ABOVE: New oak frame uses reclaimed materials to create an authentic ready-aged effect This incredible oak frame house in East Sussex was built by Border Oak.
Natural, beautiful, strong and durable, oak has been used to build homes in the UK for centuries and still remains popular today, especially amongst those designing and building a home for themselves.
Until the 17th century, oak framing was the principal building system in England and Wales, and each region developed its own framing traditions based on the availability of oak and other materials. This gave rise to some of the most charming and characterful houses to be found anywhere in the world.
Anyone looking to create an ‘authentic’ vernacular-style oak frame home should research these local traditions and work with a designer and builder who can replicate the frame, materials and detail convincingly.
Yet, design has not stood still, and a growing number of oak frame homes built today are contemporary in style, combining traditional framing techniques with modern forms, large areas of glazing, and modern cladding and roofing systems, including metal and sedum-planted roofs.
ABOVE and BELOW: Traditional construction meets contemporary design – Oak is fast becoming a favoured material in cutting-edge house design, as these homes designed by Roderick James Architects (with frames by Carpenter Oak) bear testament. This new Wiltshire home (ABOVE) was built in a ‘Florida’ style, with low-pitched stainless-steel roofs and painted weatherboarding; Braced with a complex web of steel cables, this curved contemporary ‘tree house’ in Devon (BELOW), is actually a post and beam Douglas fir frame – a more cost-effective material – but appears to be a contemporary take on oak; its large sliding doors face into the tree canopy. Due to its inherent open plan characteristics, oak is the perfect material for creating contemporary interior schemes.
The essential principles of oak frame construction have changed very little over the centuries — with mortise and tenon joints used to form frames from green oak, secured with seasoned oak pegs. One feature that has evolved considerably, however, is the way oak homes are insulated.
Whilst it is still possible to build a traditional half-timbered home with the skeletal oak frame visible both inside and out – with the voids infilled with high-performance insulation and gasket seals – it is becoming more complicated to do so, especially across an entire house. (Often it is necessary to use trade-offs against additional insulation elsewhere in the building.)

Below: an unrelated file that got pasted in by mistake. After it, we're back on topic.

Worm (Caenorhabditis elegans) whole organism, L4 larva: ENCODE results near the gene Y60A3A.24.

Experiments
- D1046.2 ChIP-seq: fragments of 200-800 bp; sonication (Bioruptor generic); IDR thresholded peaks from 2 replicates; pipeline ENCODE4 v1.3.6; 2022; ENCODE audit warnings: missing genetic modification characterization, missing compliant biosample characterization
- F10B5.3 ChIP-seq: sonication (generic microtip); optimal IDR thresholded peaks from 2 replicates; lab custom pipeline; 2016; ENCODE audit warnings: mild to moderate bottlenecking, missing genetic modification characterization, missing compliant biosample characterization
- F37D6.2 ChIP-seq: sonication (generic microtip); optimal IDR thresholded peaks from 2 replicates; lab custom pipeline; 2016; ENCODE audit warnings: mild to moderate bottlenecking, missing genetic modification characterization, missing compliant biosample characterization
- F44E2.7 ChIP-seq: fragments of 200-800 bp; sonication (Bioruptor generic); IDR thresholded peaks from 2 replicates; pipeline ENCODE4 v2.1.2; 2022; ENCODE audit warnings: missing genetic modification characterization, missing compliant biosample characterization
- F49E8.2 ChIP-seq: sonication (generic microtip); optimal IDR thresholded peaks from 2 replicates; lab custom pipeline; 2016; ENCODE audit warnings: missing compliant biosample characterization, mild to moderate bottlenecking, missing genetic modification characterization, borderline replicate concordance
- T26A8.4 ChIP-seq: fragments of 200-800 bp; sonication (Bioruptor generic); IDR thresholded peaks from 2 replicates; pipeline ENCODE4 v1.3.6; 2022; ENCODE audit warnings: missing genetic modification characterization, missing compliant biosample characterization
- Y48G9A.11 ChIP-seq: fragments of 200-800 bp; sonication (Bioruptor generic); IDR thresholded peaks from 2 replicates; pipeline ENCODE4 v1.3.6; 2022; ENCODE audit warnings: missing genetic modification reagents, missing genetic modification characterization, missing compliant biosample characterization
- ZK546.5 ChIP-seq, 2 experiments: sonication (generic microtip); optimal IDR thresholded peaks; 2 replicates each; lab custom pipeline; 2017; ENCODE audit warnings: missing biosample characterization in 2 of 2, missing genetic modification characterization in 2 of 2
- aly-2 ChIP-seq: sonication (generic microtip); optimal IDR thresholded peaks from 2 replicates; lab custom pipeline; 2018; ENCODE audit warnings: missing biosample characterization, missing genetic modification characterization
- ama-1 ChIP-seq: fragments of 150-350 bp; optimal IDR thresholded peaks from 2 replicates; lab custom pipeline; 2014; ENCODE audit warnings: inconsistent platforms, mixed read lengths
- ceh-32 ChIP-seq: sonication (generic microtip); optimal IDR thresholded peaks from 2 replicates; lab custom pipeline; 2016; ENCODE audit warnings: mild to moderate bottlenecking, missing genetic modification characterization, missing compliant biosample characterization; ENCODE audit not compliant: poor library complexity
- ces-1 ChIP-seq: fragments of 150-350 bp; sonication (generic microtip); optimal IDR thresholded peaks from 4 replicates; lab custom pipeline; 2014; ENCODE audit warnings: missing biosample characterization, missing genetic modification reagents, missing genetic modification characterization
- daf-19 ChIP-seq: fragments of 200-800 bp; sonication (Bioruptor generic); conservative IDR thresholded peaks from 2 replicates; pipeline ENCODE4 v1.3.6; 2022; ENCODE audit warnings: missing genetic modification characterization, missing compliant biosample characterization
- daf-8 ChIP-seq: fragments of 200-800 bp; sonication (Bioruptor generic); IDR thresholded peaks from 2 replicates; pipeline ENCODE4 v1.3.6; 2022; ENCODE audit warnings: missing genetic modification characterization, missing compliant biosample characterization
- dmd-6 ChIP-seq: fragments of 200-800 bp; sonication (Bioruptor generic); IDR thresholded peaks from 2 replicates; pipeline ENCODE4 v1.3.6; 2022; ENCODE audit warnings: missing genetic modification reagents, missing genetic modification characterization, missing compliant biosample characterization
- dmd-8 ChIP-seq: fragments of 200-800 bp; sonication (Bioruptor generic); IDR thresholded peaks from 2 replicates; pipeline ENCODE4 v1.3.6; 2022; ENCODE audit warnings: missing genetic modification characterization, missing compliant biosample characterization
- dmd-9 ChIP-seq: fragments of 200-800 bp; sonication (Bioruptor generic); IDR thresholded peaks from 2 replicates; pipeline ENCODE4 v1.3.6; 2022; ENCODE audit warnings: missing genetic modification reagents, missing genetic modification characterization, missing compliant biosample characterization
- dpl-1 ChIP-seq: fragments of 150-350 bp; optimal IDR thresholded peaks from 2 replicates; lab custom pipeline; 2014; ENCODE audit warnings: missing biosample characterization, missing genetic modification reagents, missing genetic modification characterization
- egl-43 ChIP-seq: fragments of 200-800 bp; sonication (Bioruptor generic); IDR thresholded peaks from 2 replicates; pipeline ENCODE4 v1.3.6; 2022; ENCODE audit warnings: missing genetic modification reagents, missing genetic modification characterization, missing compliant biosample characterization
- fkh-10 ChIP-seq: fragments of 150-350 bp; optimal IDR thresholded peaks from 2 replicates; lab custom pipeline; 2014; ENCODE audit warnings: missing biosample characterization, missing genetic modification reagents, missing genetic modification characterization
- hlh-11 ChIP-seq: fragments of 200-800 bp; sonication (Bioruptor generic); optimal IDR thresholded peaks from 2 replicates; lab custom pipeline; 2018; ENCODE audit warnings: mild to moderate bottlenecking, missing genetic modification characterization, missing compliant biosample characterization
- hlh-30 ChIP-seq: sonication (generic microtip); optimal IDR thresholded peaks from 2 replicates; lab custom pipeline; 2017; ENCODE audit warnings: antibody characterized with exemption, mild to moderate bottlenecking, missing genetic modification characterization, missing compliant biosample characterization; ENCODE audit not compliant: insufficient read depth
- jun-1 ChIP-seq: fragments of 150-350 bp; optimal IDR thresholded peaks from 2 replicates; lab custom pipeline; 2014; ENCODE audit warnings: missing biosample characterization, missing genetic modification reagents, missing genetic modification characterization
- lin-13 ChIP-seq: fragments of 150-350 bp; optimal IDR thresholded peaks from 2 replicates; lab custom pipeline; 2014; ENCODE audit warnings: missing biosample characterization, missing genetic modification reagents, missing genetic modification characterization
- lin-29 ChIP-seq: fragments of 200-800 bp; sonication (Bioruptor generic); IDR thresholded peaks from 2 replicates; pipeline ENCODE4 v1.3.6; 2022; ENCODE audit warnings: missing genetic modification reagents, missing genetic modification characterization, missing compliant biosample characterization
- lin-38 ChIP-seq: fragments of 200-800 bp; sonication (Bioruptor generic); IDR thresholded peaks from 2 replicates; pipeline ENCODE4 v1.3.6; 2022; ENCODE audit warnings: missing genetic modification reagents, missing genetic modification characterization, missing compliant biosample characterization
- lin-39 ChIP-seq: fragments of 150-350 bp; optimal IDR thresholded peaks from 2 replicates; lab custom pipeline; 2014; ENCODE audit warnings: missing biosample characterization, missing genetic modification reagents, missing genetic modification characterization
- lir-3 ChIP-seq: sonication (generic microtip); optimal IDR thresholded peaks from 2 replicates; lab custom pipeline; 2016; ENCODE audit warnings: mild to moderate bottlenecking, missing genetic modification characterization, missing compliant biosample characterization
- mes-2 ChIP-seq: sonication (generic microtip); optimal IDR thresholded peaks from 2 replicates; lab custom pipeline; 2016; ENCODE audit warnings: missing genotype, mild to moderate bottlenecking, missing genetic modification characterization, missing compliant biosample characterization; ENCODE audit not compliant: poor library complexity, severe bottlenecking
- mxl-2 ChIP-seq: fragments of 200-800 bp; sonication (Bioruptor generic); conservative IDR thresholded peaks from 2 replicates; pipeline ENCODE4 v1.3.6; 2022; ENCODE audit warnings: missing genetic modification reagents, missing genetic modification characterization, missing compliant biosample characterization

To improve energy efficiency, some frames are insulated between and around the frame, allowing the creation of a continuous and airtight building envelope that has no studs running inside to out, forming a cold bridge. Building this way, the insulation panels and airtightness are far less affected by the natural movement of the frame as it dries out and shrinks in the first few years.
With an externally insulated frame, the structural elements remain visible from the inside only. If you want the oak frame to be visible externally, strips of oak can be fixed to the outside of the building envelope.
ABOVE and BELOW: Exteriors clad in a variety of materials – This Roderick James-designed contemporary oak frame self-build in Oxfordshire (ABOVE) is partly clad in reclaimed local Horton stone and some horizontal European redwood boarding, which beautifully complement the oak frame from Carpenter Oak and its green roof; This Oakwrights self-build (BELOW) is clad in flint and brickwork.
External Walling and Cladding
As the oak frame carries the load of the building, the external walls work primarily as an insulated weather screen. The majority of new oak frame homes have an external building envelope of timber frame or structural insulated panels (SIPs). Some systems are a hybrid combining a simple post and beam oak frame structure with a structural timber frame or SIPs walls — reducing the amount of oak required and therefore the cost.
Oak frames have also been combined with insulated blockwork walls, insulated concrete formwork (ICF), and various organic walling materials such as straw bales, rammed earth, cob or hemp/lime.
The external cladding will depend on the walling system used. In all instances the masonry plinth will be visible, in stone or brick, and above this the walls may be clad in a single material, or different materials used for the ground and first floor — or possibly for different sections of the building, giving the impression that it has evolved over time.
Options include horizontal timber boarding, either in painted softwood, or in oak or a hardwood, left to weather naturally. Render applied over insulation is a popular choice. Where external feature timbers are applied to the exterior, these are usually infilled using render.
In areas where clay was abundant, and therefore bricks were cheap, oak frame homes sometimes had panels infilled with brickwork, often laid in decorative patterns such as herringbone bond. In stone areas, infill panels may be of local limestone, sandstone, chalkblock or flint.
ABOVE: Period vernacular extension with visible oak frame internally – This oak frame extension was designed by English Oak Buildings (01225 789978) to be sympathetic to the original historic house, so is clad completely in stone with a thatched roof. Inside, however, the oak frame takes centre stage.